The Ins and Outs of Heaven

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The question of who will be in heaven has vexed me since I was first introduced to the claims of Jesus Christ. Before coming to faith in Jesus while in my late teens, I encountered Jesus’ words in John 14:6. “I am the way, the truth and the life. No one comes to the father expect through me.” That single verse was a major obstacle for me in considering the Christian faith. I recall thinking, “How could it be that only Christians would go to heaven?” Of the billions of people on the planet and all those who have lived here before, many never even knew about Jesus, much less believed in him as the way, the truth and the life. How could Jesus make such a statement? Specifically, I pondered the fate of those in remote tribes who never had the opportunity to hear about Jesus Christ. When I asked my teachers about this I was told that those who responded to the light of nature would certainly have a Christian missionary sent to them to give them more truth. Or perhaps God would give them a revelatory dream showing them the truth of Jesus. But could that be true in every instance? There are so many people far from the voice of a believer and many people groups still don’t have the Scriptures in their own language. I wondered about devout Muslims and Jews who didn’t believe Jesus was God’s Son and the savior of the world. Then there were all those who lived before the Christian era. How about those people? What about children who pass away before being able to hear about Jesus? What about those who, because of mental disabilities, are not able to understand issues of sin, responsibility, faith and salvation? What about those who have turned away from Jesus because of experiencing some sort of abuse in the church or by someone professing faith in Christ? It was all quite disconcerting to me. I never resolved those issues to my satisfaction yet came to receive Christ nevertheless. I decided that my own need for God was so great that I could not, not become a Christian despite my unresolved questions. Perhaps I believed that over time all would make sense or that God would give me faith to overcome any doubt I had about the destiny of those who never had the opportunity to have the gospel preached to them.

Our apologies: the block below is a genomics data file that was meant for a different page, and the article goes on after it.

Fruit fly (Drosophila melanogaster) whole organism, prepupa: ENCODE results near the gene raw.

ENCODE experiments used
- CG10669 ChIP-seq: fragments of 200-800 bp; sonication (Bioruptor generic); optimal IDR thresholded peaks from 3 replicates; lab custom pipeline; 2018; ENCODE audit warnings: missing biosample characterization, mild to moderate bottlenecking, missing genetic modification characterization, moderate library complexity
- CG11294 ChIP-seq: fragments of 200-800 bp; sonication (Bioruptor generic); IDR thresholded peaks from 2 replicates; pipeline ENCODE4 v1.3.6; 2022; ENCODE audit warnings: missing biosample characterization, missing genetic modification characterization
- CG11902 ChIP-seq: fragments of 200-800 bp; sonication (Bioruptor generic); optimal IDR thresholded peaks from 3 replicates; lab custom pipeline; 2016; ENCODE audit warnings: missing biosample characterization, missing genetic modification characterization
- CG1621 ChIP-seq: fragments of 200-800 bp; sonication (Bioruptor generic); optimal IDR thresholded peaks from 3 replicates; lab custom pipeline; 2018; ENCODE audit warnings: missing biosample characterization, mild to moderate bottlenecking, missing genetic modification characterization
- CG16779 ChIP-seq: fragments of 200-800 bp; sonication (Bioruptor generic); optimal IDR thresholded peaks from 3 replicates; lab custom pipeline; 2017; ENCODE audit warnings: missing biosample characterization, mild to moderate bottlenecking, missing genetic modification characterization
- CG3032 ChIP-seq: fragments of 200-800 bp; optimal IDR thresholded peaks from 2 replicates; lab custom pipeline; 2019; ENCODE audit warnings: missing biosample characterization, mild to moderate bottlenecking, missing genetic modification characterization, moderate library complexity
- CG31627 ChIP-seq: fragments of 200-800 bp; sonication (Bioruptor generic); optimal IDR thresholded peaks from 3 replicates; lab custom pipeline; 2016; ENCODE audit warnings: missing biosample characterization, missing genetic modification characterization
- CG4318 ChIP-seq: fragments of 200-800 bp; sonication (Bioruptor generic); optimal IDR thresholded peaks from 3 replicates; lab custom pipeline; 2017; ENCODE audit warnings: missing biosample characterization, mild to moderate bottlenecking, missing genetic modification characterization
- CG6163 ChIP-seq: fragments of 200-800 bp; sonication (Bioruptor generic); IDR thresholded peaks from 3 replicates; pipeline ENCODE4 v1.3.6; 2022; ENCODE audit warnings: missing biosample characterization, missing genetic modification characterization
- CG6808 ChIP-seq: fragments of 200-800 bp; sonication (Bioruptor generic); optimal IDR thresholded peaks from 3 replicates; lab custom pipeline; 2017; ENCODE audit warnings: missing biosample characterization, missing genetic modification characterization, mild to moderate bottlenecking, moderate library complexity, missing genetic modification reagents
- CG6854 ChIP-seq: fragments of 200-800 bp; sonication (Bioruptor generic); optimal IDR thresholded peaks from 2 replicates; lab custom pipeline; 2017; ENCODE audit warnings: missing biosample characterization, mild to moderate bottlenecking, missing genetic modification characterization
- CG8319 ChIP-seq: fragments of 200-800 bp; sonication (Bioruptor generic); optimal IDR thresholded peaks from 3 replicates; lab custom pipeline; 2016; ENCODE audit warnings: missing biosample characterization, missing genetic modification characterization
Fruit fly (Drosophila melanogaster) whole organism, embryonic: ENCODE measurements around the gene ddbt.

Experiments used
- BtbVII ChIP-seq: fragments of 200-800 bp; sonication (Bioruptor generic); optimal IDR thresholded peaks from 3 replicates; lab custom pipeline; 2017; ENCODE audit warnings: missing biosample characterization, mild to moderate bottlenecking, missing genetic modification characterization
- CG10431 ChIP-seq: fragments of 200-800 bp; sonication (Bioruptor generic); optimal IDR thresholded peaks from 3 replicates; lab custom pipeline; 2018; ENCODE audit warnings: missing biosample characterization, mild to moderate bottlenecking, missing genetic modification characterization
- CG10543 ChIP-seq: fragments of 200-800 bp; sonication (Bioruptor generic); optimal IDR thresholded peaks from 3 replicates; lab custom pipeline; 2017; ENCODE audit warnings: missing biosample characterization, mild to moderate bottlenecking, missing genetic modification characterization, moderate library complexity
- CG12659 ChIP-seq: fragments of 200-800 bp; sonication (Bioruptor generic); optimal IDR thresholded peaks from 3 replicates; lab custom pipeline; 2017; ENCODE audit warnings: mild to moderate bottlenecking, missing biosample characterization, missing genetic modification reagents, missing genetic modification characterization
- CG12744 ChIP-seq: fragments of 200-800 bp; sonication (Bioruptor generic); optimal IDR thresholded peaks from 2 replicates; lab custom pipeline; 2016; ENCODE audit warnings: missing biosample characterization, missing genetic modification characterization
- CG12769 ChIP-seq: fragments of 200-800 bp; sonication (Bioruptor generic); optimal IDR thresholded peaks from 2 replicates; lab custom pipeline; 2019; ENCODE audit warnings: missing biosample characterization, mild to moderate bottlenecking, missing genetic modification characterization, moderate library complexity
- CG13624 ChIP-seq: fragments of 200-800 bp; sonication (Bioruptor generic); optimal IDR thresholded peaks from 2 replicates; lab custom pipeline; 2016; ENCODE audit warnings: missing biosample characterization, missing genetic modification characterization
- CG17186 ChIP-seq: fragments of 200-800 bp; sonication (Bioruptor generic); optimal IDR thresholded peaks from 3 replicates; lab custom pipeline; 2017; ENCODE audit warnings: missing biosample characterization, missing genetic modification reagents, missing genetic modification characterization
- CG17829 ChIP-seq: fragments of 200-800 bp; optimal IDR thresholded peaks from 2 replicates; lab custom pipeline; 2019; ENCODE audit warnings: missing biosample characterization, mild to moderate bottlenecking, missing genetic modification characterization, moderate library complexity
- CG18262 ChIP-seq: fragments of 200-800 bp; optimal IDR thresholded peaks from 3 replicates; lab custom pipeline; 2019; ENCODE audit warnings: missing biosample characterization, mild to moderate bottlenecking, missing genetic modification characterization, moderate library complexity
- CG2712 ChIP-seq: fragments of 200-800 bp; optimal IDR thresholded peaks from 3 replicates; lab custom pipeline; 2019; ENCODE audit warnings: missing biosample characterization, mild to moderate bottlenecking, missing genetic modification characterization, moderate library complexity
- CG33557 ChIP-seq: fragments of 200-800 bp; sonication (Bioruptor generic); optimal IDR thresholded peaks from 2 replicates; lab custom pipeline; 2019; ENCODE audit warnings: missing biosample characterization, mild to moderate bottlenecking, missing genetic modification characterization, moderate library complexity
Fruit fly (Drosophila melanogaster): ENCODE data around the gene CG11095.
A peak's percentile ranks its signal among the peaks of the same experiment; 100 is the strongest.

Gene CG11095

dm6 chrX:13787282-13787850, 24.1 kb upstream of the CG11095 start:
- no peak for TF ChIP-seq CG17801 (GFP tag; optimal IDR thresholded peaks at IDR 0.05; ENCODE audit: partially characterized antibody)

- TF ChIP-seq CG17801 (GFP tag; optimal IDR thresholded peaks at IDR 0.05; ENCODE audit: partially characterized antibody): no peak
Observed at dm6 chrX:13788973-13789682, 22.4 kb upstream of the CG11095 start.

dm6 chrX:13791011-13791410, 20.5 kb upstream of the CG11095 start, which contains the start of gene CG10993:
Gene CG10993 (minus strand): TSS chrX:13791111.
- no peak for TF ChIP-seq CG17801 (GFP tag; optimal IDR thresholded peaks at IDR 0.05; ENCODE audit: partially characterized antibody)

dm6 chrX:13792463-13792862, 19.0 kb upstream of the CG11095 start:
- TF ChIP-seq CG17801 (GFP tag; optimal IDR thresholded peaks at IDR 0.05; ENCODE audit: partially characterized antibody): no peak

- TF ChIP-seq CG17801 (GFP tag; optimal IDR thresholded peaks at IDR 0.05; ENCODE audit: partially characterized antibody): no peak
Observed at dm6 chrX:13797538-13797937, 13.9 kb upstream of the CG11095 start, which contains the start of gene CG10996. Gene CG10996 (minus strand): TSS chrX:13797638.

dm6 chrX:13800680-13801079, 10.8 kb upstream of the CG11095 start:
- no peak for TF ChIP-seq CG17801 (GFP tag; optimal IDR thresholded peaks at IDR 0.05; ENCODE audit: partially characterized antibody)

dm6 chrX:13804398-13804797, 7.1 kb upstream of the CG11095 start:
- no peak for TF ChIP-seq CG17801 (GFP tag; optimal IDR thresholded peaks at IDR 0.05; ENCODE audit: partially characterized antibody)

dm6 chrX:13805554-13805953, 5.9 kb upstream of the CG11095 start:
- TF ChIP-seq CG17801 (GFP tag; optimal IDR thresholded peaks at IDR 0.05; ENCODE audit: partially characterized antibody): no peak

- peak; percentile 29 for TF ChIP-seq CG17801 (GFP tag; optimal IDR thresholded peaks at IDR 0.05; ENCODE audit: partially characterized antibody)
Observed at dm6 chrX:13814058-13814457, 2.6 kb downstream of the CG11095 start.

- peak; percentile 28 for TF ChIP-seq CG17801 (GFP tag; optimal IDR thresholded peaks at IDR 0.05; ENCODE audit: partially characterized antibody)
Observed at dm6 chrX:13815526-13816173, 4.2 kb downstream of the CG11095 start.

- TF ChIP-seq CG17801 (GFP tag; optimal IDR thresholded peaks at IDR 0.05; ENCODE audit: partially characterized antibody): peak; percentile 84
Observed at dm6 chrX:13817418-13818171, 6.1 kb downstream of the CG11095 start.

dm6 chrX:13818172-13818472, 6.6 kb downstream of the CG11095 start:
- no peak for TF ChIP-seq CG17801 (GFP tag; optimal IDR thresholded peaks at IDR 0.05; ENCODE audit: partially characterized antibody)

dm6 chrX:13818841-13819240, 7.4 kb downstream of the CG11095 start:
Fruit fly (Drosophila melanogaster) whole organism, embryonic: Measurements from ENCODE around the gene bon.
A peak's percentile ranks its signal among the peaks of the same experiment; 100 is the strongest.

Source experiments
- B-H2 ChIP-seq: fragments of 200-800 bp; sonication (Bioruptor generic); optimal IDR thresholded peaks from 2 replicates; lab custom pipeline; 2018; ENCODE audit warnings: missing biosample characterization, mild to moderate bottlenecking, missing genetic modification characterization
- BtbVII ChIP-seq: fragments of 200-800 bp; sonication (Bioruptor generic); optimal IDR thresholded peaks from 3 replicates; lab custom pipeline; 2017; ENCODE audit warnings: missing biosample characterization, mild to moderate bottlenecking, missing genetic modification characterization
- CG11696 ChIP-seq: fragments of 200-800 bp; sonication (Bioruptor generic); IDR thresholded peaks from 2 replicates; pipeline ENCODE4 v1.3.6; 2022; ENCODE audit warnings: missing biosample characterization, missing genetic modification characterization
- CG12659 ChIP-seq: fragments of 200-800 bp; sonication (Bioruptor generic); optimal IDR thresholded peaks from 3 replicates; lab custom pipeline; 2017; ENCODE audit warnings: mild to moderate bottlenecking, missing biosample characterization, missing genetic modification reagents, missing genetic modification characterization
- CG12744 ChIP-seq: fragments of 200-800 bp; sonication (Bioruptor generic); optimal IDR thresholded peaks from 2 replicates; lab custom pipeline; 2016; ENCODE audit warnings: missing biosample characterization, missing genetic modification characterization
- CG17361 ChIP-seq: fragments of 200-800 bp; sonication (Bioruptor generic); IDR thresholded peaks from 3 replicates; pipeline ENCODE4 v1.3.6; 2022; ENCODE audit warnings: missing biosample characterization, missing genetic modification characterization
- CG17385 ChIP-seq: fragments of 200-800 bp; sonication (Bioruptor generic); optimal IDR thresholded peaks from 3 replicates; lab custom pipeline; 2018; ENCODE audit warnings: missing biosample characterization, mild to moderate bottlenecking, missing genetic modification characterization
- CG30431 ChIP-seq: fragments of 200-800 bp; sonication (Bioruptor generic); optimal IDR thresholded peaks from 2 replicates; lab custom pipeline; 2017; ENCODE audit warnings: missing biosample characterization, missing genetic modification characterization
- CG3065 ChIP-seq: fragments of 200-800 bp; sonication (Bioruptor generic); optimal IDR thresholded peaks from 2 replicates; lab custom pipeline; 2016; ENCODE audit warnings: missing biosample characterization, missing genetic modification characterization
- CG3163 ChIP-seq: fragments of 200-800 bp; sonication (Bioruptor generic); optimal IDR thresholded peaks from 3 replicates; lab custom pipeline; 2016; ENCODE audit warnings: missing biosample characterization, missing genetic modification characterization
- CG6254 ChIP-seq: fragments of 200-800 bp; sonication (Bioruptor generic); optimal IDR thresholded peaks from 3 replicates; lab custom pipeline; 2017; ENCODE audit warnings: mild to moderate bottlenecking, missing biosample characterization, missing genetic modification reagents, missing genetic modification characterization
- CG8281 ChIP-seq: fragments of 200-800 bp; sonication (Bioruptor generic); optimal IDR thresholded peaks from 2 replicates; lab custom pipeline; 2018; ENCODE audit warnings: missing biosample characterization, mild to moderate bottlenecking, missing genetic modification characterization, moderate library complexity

After becoming a believer in Jesus I encountered those questions again in small group Bible studies and yet again while attending seminary. Sometimes the questions were asked in a cold and detached manner as if this was a matter purely for intellectual inquiry. At times it even seemed to me that the person seeking to establish who’s “in” and who’s “out” was seeking a sense of godlike power and control. At other times the questioner was sincere and passionate. Years later while in pastoral ministry, I again encountered these questions from a variety of people. Sometimes they were asked by genuinely curious seekers and believers, desperately searching for an answer and hoping to discover more about God’s character, including His mercy and justice. I’ve also heard these questions asked by skeptics in an effort to dismiss the Christian faith as extreme or irrelevant. Sometimes it seemed to me that the question served as an effective deflection so that the questioner could be excused from considering the call of Christ on his or her own life.